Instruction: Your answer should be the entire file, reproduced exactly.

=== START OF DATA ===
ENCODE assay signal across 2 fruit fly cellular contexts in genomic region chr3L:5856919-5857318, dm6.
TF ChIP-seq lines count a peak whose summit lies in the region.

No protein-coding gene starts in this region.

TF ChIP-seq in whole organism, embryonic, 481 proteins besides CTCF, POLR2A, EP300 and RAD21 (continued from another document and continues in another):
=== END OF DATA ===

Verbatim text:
ENCODE assay signal across 2 fruit fly cellular contexts in genomic region chr3L:5856919-5857318, dm6.
TF ChIP-seq lines count a peak whose summit lies in the region.

No protein-coding gene starts in this region.

TF ChIP-seq in whole organism, embryonic, 481 proteins besides CTCF, POLR2A, EP300 and RAD21 (continued from another document and continues in another):